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Despite the aching leg muscles…despite the moments of sheer panic…despite the frustration levels that were occasionally through the roof…in the end, VBS was a week I will never forget. I went thinking I was going to bless some kids. I left knowing that they blessed me far more than I could ever bless them.

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I worked in the Special Needs room, where we had children with Down’s Syndrome, Autism, Asperger’s and others who don’t really fit into any box. We had 4 kids, plus 1 “floater” who would come visit me from time to time (my Matthew). In a VBS where we averaged 1200 on campus per day, four kids doesn’t seem that significant.

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And maybe that’s why I loved working with them so much. Somehow, I think God places a great deal of significance on these children who may never really understand the evils of this world. In some cases, they will retain a childlike innocence despite their bodies growing into adulthood. And as I have pondered why they blessed me so richly this week, I think this is the real reason: all of our kids were willing to trust us completely and love us unconditionally, even before we proved ourselves to them. These are kids who hug you every time you walk in the room – even if you just stepped outside to go to the restroom! They don’t understand personal space, which is just fine with me, but they certainly understand praise.

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I think praise must be the universal language, because I won them all over with it. All it took was a sincere “Wow, I can’t believe you knew the answer!” or “Look how well you’ve stayed in the lines with your coloring!” and they become completely devoted to me.

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In ways I can’t really put into words, these kids were a daily reminder of God’s unconditional love for me. I think it’s because I can’t really get past the fact that I’m the LAST person who should be getting the blessing of working with them. In my arrogance, I prayed for each of my children to be “whole” (mentally) and “healthy” (physically) long before they were even conceived. I didn’t think I would be able to handle having a Special Needs child, and I suppose in my immaturity, that’s true. But in praying for my children to be “typical” children, I missed such a huge blessing. (Yes, Matthew is considered Special Needs due to his Aspergers, but he is high-functioning, whereas these kids could not have been put into the mainstream classrooms). Having a child who is 11 years old but gets truly ecstatic over finishing a 9 piece puzzle…moved me. And the girl – to have her face brighten like the sun had just come out from behind the clouds because I complemented her – almost made me cry. Moments like that will live inside of me forever.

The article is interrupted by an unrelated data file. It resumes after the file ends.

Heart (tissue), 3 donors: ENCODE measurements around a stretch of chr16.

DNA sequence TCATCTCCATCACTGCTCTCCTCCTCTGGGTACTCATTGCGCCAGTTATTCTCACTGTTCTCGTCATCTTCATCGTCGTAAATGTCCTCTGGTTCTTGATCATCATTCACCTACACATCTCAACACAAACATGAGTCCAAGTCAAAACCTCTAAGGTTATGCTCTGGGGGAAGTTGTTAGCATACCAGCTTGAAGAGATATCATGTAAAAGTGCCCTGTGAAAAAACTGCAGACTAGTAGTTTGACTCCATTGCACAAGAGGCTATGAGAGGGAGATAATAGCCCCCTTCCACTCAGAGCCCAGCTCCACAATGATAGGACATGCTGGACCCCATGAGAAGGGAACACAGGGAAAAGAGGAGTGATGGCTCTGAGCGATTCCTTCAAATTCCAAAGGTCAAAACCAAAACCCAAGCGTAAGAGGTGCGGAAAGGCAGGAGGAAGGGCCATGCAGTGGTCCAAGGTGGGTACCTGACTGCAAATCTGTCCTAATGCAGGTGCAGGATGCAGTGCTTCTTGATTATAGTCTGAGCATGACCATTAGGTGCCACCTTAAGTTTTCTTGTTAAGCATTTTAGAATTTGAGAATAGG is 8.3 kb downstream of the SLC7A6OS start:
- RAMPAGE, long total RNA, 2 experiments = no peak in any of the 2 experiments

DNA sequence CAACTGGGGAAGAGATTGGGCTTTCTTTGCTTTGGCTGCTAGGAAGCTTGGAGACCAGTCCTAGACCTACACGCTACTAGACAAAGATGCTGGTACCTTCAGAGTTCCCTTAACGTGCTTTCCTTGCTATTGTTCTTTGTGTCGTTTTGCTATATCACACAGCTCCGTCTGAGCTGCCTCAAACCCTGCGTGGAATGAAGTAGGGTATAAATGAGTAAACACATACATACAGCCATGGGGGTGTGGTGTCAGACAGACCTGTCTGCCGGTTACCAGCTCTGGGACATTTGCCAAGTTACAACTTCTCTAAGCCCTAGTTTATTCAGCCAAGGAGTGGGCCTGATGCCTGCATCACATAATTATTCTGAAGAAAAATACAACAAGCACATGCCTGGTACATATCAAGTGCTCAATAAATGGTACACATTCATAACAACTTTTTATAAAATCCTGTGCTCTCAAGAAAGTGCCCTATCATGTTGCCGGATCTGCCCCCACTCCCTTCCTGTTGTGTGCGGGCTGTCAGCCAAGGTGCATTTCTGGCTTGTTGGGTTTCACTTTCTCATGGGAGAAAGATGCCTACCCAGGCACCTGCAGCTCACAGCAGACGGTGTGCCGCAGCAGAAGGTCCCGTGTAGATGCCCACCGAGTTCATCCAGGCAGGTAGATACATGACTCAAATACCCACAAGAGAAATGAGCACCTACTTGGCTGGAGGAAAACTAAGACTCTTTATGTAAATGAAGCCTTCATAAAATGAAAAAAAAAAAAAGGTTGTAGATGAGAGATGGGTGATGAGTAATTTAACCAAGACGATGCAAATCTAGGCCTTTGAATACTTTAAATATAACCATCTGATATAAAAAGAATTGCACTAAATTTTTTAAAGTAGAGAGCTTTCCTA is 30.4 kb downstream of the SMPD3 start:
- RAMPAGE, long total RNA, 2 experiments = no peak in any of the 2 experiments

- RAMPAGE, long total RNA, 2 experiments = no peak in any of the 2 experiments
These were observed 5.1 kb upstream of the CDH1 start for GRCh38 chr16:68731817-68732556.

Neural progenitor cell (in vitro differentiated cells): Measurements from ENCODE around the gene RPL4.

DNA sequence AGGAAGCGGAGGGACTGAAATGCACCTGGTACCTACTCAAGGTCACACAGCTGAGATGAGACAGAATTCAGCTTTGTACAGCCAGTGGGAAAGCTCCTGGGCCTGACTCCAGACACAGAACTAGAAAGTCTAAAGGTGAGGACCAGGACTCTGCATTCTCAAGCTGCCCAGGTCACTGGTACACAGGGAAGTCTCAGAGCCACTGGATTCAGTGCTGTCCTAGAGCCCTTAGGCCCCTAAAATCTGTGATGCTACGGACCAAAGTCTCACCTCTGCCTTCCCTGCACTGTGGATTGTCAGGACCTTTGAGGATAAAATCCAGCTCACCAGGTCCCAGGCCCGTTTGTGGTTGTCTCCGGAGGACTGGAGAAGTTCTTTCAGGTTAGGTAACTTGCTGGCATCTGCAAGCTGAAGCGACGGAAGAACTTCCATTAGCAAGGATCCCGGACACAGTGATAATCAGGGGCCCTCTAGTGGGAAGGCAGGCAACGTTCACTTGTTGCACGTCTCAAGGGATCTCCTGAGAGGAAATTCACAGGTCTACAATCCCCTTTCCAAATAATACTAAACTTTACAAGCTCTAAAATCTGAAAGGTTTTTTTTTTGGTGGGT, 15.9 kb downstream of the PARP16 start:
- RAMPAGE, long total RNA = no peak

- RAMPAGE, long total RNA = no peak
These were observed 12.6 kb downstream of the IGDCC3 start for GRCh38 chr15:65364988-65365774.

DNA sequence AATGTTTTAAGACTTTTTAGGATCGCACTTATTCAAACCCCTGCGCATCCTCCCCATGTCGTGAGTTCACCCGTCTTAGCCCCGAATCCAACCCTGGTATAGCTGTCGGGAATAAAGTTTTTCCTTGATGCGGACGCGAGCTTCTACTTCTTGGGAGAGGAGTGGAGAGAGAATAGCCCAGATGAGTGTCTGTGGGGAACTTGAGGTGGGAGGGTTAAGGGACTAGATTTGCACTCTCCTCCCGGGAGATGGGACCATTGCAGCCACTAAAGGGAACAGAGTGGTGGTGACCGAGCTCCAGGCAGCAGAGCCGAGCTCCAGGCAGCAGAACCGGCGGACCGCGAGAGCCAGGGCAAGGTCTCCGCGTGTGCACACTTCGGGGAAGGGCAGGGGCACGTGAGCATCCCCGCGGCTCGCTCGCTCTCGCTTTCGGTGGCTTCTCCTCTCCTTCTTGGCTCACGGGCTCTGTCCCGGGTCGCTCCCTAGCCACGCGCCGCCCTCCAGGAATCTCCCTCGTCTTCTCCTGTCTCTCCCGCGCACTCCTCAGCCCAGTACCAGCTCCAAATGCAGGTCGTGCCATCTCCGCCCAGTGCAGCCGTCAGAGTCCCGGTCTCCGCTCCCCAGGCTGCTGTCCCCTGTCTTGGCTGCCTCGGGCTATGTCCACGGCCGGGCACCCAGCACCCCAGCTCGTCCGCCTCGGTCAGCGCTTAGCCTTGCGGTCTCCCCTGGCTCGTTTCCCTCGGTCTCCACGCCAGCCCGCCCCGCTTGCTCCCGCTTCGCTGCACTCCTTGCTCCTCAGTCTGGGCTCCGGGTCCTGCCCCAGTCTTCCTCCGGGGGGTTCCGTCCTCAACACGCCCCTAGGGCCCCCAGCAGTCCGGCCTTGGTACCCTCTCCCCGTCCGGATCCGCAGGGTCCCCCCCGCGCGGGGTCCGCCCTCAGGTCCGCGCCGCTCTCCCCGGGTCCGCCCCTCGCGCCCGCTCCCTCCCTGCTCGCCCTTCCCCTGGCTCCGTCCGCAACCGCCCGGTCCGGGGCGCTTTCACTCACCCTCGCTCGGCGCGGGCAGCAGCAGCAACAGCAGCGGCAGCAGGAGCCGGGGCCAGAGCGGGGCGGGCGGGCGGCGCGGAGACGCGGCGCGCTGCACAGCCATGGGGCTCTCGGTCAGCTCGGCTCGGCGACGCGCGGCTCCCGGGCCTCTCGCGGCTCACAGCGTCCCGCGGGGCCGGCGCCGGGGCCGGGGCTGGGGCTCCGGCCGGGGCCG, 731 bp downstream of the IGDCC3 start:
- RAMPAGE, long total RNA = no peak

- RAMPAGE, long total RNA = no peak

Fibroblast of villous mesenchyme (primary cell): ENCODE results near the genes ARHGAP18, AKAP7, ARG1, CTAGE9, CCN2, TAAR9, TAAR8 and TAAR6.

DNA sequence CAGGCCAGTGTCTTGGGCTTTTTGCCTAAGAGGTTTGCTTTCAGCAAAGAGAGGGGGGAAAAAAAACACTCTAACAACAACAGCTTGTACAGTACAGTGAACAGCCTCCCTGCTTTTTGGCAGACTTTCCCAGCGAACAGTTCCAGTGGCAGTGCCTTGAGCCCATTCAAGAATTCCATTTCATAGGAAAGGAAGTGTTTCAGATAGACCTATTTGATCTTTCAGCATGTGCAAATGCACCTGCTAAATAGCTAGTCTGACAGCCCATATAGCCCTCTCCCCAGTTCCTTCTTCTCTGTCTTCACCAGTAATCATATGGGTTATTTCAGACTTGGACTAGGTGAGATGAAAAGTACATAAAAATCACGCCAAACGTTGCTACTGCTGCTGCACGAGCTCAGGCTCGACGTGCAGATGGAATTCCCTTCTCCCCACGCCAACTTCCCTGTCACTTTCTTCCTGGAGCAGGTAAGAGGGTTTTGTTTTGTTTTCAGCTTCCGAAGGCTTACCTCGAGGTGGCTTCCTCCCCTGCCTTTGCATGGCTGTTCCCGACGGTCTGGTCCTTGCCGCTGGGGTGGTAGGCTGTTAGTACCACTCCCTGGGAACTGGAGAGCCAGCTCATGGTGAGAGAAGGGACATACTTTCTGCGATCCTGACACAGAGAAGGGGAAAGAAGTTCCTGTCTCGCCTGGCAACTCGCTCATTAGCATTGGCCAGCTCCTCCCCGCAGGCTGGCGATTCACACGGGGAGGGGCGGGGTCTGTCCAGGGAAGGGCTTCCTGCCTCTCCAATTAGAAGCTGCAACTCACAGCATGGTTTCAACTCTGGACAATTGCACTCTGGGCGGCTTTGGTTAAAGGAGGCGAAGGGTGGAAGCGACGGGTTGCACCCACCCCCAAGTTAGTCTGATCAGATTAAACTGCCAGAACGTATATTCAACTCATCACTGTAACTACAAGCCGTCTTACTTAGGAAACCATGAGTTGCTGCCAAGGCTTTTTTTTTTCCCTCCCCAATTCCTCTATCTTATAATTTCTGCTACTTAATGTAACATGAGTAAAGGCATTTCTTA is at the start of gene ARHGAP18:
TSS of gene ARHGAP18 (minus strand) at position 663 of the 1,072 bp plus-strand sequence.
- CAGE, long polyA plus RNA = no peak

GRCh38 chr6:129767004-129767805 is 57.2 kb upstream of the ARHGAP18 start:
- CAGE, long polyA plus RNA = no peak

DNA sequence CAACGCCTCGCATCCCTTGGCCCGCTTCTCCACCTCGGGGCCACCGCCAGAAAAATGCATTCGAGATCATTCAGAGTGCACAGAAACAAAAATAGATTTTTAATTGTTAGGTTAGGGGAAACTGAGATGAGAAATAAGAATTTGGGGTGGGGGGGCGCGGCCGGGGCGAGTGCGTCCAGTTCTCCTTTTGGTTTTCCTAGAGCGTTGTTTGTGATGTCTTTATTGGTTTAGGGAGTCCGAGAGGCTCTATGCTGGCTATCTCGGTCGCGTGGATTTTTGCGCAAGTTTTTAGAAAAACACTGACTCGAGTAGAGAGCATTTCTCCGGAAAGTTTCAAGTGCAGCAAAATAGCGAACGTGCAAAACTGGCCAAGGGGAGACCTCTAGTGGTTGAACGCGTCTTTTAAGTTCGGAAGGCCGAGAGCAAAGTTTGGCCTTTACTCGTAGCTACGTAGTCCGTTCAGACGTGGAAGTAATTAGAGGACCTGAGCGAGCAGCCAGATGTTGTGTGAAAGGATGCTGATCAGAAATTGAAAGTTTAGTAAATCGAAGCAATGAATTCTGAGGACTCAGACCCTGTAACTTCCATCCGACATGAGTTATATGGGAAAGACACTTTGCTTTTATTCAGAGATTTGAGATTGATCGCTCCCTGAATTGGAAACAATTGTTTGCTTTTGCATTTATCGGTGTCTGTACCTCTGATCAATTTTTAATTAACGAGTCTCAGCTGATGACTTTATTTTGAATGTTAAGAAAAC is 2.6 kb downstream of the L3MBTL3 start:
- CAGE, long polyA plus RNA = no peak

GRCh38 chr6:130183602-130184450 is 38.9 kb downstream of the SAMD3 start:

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I want so badly to put what this week meant to me into words but I can’t. There just aren’t words to describe it all – at least, not yet. So for now, here are a few more pictures and that will just have to be enough. :)

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As I sit at home this morning, sipping my coffee and petting my dog, the song going through my mind was one that Wayne Kerr sang with us at VBS: “So good, so good, so good, I just want to tell You, so good, so good to me.”

He is so good to me.